The Eddie of The Dark Fields is a dead man who has left behind a manuscript that describes the folly of his overreaching as compellingly as Victor Frankenstein had described his. Not so the Eddie in Limitless. Sure, someone killed the woman, but the film suggests it may not have been Eddie; regardless, he gets let off the hook when the only witness fails to identify him in a lineup. He kills the loan shark, but doesn’t get blamed for that either. While most of the movie is spent tracking his frantic efforts to secure enough of the drug to keep him going, in the end it doesn’t matter. Instead, the movie jumps twelve months into the future when the still snazzy Eddie is about to be elected senator. While in his campaign headquarters, he is visited by the powerful owner of the company that clandestinely manufactures NZT, Van Loon (Robert DeNiro). Van Loon seems to have him under his thumb, offering a supply of the drug in exchange for political favors. Time to pay the piper, the audience thinks. But not in America: Eddie, it turns out, is still cognitively souped-up but doesn’t need NZT to get there now. Just as his supply had begun to dwindle, he tweaked the ingredients, and enabled himself to go off of the drug—but with the lasting effects of a changed brain! In other words, Eddie somehow achieved extreme neuroplasticity: with the help of NZT, his brain quickly evolved into a newly enhanced form that does not need the drug and that experiences no ill effects from using it. Eddie is now a walking version of the transhumanist superman. He is humanity+, and his prospects are limitless. The movie ends with him speaking Chinese in a restaurant, impressing his newly reacquired girlfriend.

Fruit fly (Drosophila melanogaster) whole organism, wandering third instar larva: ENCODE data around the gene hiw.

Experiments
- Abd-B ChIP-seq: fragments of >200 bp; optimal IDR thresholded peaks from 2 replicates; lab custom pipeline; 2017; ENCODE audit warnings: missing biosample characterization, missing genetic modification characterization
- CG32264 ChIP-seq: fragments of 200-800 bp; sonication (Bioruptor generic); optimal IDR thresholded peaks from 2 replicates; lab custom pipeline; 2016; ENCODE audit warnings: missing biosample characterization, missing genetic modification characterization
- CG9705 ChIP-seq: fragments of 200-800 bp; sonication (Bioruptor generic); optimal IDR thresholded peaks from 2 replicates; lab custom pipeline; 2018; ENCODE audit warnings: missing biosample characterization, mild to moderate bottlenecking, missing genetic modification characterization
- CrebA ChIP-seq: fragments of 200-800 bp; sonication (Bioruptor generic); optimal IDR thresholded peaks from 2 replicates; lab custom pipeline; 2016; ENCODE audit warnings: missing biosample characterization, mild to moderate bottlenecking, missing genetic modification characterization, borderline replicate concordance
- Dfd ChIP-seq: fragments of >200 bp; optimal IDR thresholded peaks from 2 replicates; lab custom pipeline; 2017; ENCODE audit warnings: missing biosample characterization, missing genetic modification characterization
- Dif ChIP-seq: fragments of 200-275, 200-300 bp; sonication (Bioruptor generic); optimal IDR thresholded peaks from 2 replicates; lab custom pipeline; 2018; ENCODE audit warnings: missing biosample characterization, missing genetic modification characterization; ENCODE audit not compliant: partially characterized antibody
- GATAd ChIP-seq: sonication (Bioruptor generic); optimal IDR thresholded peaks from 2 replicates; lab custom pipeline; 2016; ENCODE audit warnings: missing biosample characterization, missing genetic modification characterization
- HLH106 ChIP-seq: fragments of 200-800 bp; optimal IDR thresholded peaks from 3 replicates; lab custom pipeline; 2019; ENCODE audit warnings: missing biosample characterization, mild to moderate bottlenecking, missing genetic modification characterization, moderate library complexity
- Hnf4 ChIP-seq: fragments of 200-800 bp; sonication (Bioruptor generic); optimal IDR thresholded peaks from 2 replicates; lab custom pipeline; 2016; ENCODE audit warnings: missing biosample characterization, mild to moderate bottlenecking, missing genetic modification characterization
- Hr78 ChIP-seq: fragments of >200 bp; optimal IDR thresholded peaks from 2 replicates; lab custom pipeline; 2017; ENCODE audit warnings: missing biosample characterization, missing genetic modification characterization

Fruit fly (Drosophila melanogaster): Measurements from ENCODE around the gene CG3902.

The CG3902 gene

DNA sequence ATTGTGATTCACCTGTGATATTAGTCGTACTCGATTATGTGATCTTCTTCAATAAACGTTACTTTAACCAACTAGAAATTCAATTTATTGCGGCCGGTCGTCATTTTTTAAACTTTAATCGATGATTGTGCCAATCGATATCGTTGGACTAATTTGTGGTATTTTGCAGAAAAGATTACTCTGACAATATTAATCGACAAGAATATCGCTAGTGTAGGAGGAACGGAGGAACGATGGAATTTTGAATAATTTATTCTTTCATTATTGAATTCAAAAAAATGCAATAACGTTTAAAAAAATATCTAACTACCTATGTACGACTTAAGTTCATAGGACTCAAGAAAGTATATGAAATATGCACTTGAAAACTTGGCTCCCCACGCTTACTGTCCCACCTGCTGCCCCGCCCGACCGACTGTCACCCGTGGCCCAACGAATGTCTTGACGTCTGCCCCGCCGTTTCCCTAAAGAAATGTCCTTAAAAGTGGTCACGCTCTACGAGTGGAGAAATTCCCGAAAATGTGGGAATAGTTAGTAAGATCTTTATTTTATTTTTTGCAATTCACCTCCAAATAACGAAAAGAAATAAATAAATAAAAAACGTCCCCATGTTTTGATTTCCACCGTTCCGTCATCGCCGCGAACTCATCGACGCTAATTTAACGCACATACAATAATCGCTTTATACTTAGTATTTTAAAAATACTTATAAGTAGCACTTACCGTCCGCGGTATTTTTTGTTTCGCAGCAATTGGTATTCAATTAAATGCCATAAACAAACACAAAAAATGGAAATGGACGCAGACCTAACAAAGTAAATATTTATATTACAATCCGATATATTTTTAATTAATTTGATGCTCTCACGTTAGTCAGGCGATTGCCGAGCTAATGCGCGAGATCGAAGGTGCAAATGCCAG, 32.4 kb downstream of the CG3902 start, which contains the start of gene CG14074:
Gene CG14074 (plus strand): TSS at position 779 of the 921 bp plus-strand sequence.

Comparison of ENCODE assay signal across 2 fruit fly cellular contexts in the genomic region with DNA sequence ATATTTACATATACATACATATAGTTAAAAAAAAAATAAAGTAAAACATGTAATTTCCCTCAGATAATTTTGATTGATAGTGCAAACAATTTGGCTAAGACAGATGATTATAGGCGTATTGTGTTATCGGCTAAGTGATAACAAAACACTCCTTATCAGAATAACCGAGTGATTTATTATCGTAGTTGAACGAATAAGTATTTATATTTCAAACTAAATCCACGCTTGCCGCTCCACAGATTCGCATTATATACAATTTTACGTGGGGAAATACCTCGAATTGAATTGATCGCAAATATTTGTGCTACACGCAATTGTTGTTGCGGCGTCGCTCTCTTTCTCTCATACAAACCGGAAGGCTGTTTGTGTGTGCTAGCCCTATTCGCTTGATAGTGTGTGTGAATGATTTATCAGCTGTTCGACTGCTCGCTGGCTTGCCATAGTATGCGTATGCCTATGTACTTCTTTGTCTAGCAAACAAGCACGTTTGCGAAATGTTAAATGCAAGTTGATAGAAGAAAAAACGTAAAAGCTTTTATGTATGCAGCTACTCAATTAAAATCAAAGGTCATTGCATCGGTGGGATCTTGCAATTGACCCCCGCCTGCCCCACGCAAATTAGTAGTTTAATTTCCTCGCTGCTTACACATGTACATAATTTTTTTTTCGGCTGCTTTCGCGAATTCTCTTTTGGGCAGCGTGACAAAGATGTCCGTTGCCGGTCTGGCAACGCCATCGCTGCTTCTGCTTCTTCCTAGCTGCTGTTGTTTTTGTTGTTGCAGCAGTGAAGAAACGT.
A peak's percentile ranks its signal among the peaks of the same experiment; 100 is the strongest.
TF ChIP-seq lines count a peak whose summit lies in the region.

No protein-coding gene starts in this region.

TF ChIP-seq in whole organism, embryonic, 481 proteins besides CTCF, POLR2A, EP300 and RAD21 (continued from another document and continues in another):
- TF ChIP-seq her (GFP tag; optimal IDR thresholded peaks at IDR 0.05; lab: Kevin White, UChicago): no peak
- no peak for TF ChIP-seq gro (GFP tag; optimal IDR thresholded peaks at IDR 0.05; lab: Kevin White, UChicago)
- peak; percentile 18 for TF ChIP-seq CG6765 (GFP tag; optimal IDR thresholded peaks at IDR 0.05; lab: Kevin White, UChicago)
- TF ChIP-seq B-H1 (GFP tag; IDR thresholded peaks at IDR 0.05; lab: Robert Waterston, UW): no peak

No one who has seen even just a few Hollywood blockbusters can be surprised by this ending, but in the midst of a biotechnological revolution the ending might be less innocuous than it seems. The revolution, especially when it comes to psychopharmaceuticals, is fueled as much by the promise of enhancement without side effects as it is by the desire to treat known disorders. As neuroscientific discoveries link more and more of our behavior to specific locations in the brain, more Americans are lured by the idea that one day, finally, all of our most pressing problems will be solved by taking a pill or tweaking our genes. The Chronicle of Higher Education recently reported that increasing numbers of professors are taking Ritalin (a drug normally prescribed for ADHD) to get their jobs done (10 April 2005); and in her book Unbearable Weight, Susan Bordo reported that many academics who scoff at plastic surgery would stand in line for a pill that gave them a few more IQ points.